Cyber attack causes college to cancel classes
Cyber attack closes college
By Gabriel Lucich
It’s not often that the Oregon City Police Department, the State of Oregon, the Federal Bureau of Investigation, Department of Homeland Security and private business converge on an event that impacts the staff and students of Clackamas Community College.
A cyber attack that began late Thursday night changed all that.
College information technology employees received emergency notifications about an intrusion into CCC’s network servers; it was the first of several attacks against the college network that took place into the early hours of Friday morning. The team responded quickly and began isolating the servers that were under attack. Support personnel swiftly determined that the IP address of the hack came from outside the country. Upon notification of the attack, SureFire, the college’s cybersecurity contractor, Homeland Security and the FBI were notified to provide additional support in the matter.
While the origin of the hack has been traced to a Russian IP address, and the infected servers are being looked at, not all information about the breach is known as the investigation plays out.
On Monday, January 22, the college administration held a meeting on Zoom, to share as much information as possible. While 300 people attended, many more are left in the dark due to communication issues caused by the hack.
“We do not know at this time what data was compromised,” said college President Tim Cook during the Zoom session.
The college activated its Incident Command System to deal with the emergency, creating committees of employees to work through the weekend and deal with different elements of the hack.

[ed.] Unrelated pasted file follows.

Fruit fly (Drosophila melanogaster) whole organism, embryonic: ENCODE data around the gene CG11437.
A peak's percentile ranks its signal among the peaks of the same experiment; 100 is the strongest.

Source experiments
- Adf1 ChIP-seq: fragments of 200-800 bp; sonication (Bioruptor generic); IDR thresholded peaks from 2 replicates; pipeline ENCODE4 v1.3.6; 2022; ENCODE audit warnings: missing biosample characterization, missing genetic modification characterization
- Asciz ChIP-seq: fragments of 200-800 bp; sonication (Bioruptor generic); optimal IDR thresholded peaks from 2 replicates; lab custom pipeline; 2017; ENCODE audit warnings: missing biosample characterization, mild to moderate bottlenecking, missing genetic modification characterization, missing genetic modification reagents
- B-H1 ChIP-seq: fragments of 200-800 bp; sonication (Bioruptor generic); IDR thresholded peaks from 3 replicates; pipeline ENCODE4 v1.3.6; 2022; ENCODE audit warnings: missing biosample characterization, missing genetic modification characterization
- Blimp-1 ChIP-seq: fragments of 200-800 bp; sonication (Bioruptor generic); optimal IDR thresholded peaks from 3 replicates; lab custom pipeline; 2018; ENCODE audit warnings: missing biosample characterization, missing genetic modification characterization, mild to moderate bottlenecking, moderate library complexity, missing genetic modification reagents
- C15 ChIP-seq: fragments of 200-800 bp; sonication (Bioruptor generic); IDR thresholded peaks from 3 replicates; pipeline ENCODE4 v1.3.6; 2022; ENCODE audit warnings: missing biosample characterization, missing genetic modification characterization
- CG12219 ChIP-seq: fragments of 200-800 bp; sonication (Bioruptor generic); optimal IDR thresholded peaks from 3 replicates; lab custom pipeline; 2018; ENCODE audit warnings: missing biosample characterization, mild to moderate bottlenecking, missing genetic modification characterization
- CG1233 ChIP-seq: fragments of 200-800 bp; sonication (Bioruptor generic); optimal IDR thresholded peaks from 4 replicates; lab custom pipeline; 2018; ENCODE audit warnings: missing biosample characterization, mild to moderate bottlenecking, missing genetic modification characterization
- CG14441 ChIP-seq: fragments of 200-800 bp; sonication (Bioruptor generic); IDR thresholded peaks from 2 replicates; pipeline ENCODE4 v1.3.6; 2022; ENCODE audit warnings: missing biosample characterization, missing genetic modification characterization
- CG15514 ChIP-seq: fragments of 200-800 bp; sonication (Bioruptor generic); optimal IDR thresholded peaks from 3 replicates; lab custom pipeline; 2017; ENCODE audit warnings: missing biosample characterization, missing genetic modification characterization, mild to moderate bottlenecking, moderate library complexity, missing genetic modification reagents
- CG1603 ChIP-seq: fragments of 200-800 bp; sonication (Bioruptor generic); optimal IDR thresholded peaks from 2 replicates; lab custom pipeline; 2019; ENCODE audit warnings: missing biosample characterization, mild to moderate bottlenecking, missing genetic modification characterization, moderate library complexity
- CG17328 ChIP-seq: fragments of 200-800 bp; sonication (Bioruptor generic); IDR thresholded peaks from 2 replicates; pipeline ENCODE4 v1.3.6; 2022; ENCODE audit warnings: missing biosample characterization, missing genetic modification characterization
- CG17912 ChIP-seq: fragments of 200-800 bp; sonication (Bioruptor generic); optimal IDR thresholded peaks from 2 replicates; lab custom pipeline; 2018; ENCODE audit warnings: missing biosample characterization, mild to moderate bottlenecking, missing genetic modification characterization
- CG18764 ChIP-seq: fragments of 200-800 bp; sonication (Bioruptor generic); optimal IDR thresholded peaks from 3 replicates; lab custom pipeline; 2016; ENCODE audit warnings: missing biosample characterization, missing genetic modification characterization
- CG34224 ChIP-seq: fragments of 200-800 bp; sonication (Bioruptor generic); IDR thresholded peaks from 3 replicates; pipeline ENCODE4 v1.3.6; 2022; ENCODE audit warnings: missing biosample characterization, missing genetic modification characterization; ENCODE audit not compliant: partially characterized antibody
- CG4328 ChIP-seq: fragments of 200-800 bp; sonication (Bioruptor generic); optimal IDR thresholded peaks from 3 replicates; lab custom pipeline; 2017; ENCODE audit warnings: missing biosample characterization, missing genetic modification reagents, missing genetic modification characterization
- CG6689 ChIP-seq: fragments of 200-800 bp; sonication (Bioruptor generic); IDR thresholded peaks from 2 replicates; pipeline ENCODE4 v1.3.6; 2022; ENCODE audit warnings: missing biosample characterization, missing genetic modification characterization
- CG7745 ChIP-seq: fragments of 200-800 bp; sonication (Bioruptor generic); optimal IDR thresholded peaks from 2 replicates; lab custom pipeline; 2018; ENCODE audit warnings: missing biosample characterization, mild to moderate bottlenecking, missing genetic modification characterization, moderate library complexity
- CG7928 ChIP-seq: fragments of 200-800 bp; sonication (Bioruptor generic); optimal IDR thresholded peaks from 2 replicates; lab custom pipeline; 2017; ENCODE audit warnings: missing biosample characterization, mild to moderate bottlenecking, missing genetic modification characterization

“Our first concern was, of course, the students,” said Dennis Marks, the Director of College Safety.
Many systems at the college have been affected. Campus WiFi is down, as is the voicemail system. Even the copy machines are on the hacked network and cannot be used.
The online learning platform used to teach remote classes, Moodle, is based offsite, but due to the log-in protocol, anyone logged off can’t obtain access.
“There are a number of issues we need to address,” said David Plotkin, vice president of Instruction and Student Services. “We want to have everyone able to access classes at the same time, equally. We’re looking at suggestions from academic leaders like chairs and instructional directors. We might have to change things to a rollout, but right now we’re looking at people starting at the same time.”
Other concerns revolved around financial aid dispersals for students, payroll for staff and health insurance benefits. The college administration said that it’s working hard to make sure that the aid is dispersed, and that everyone gets paid, though access was lost to CCC’s payroll system. Offline solutions are being pursued.
Saby Waraich, the head of IT for the college, said that some systems may come online temporarily during the reset, but that it’s important to leave those systems alone until the IT department gives everyone the green light. After that, having users reset all their passwords is the next step.
“We think it’s a ransomware attack,” said Waraich.
According to the Cybersecurity and Infrastructure Security Agency, ransomware is a form of malware designed to encrypt files on a device, rendering any files and the systems that rely on them unusable. Malicious actors then demand ransom in exchange for decryption.
The college has been aware about the cyber risks it faces; nearly two years ago, Waraich said the college needed to put millions of dollars into information technology to combat threats.
The campus is currently open, while online and in-person classes won’t be held until at least Wednesday, Jan 24. According to Dennis Marks, director of college safety, a return to classes on Wednesday is an “aspiration, not a guarantee.”
Student services are available in person on the Oregon City, Wilsonville, and Harmony campuses from 9 a.m. to 4 p.m.
Cook’s closing comments were carefully measured, “We just don’t know how long it’s going to take to get everything back to normal.”
The college has set up a secondary website to share all updates about this ongoing issue.
This is a developing story.